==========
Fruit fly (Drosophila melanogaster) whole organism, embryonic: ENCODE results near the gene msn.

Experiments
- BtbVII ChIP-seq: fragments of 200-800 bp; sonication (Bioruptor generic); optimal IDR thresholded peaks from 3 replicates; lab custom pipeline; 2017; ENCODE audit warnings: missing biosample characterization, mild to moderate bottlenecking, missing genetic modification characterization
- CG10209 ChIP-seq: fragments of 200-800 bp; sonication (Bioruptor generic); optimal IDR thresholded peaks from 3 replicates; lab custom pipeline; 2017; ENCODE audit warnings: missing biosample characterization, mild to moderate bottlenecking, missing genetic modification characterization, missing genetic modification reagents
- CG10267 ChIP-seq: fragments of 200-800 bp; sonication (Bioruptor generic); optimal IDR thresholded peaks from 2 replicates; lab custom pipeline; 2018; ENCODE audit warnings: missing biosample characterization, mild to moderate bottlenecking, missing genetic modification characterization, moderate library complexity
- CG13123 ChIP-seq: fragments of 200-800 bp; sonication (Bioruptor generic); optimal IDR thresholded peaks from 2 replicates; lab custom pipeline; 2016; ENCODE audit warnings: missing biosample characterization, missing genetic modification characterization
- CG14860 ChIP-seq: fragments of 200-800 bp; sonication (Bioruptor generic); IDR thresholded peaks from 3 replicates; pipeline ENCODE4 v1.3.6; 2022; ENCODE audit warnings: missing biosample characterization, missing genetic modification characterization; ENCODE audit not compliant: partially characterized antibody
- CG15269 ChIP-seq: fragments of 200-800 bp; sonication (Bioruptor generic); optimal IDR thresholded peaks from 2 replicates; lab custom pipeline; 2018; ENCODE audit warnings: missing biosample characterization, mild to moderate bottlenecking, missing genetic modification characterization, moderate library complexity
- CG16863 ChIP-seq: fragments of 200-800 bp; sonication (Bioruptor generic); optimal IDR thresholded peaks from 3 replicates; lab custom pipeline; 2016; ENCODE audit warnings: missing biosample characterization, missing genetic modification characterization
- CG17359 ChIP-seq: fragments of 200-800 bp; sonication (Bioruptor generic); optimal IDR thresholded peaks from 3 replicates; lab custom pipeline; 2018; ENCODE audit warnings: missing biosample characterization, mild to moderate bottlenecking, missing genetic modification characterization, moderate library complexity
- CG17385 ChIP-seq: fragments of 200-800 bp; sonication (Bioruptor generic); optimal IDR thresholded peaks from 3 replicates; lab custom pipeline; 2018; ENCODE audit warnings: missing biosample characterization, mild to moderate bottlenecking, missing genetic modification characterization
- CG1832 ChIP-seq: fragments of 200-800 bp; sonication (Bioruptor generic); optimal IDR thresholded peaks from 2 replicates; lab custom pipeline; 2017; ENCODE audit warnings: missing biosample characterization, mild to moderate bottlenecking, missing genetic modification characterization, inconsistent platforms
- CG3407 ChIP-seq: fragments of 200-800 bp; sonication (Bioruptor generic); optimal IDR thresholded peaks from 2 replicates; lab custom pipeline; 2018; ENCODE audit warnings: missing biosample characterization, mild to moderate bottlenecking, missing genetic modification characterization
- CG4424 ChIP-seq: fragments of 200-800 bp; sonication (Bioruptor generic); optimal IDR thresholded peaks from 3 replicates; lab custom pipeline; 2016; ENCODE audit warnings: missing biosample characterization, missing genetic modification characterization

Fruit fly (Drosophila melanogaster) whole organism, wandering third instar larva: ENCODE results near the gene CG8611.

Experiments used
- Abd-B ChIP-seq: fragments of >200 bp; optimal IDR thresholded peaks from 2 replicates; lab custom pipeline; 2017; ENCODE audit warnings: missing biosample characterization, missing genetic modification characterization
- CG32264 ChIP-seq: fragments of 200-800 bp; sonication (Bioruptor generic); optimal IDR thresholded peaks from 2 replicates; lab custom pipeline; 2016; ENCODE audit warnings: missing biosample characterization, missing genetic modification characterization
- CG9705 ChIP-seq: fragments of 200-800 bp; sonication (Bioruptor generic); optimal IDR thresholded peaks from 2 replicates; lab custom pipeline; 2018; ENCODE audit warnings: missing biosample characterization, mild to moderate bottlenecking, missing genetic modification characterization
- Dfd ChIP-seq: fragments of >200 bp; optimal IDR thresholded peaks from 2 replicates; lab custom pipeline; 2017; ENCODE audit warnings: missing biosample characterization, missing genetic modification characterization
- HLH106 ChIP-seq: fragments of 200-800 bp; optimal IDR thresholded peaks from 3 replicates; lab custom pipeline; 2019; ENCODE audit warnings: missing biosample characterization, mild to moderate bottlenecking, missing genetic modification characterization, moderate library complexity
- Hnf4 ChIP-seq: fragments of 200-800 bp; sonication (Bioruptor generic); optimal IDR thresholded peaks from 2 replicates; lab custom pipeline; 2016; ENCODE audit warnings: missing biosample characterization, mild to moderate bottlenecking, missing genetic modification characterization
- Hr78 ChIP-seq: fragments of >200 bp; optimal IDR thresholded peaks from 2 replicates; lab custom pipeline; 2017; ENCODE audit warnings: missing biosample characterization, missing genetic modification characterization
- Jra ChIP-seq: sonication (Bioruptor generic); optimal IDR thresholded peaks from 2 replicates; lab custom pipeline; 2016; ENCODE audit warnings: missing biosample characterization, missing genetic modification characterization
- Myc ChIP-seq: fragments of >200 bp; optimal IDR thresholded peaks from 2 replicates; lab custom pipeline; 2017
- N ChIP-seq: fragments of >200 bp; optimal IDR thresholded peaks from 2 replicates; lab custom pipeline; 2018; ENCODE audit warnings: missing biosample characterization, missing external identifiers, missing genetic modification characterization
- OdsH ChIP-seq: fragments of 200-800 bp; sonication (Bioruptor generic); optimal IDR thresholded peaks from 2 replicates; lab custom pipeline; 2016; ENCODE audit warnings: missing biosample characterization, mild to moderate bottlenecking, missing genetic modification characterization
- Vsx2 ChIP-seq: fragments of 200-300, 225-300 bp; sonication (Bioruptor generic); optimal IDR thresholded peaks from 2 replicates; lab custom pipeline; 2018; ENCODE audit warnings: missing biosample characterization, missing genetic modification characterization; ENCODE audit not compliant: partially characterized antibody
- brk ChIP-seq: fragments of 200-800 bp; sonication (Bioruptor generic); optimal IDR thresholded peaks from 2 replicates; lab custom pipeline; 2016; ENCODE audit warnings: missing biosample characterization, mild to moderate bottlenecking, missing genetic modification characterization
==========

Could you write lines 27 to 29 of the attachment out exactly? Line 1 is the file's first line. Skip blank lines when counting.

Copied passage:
- OdsH ChIP-seq: fragments of 200-800 bp; sonication (Bioruptor generic); optimal IDR thresholded peaks from 2 replicates; lab custom pipeline; 2016; ENCODE audit warnings: missing biosample characterization, mild to moderate bottlenecking, missing genetic modification characterization
- Vsx2 ChIP-seq: fragments of 200-300, 225-300 bp; sonication (Bioruptor generic); optimal IDR thresholded peaks from 2 replicates; lab custom pipeline; 2018; ENCODE audit warnings: missing biosample characterization, missing genetic modification characterization; ENCODE audit not compliant: partially characterized antibody
- brk ChIP-seq: fragments of 200-800 bp; sonication (Bioruptor generic); optimal IDR thresholded peaks from 2 replicates; lab custom pipeline; 2016; ENCODE audit warnings: missing biosample characterization, mild to moderate bottlenecking, missing genetic modification characterization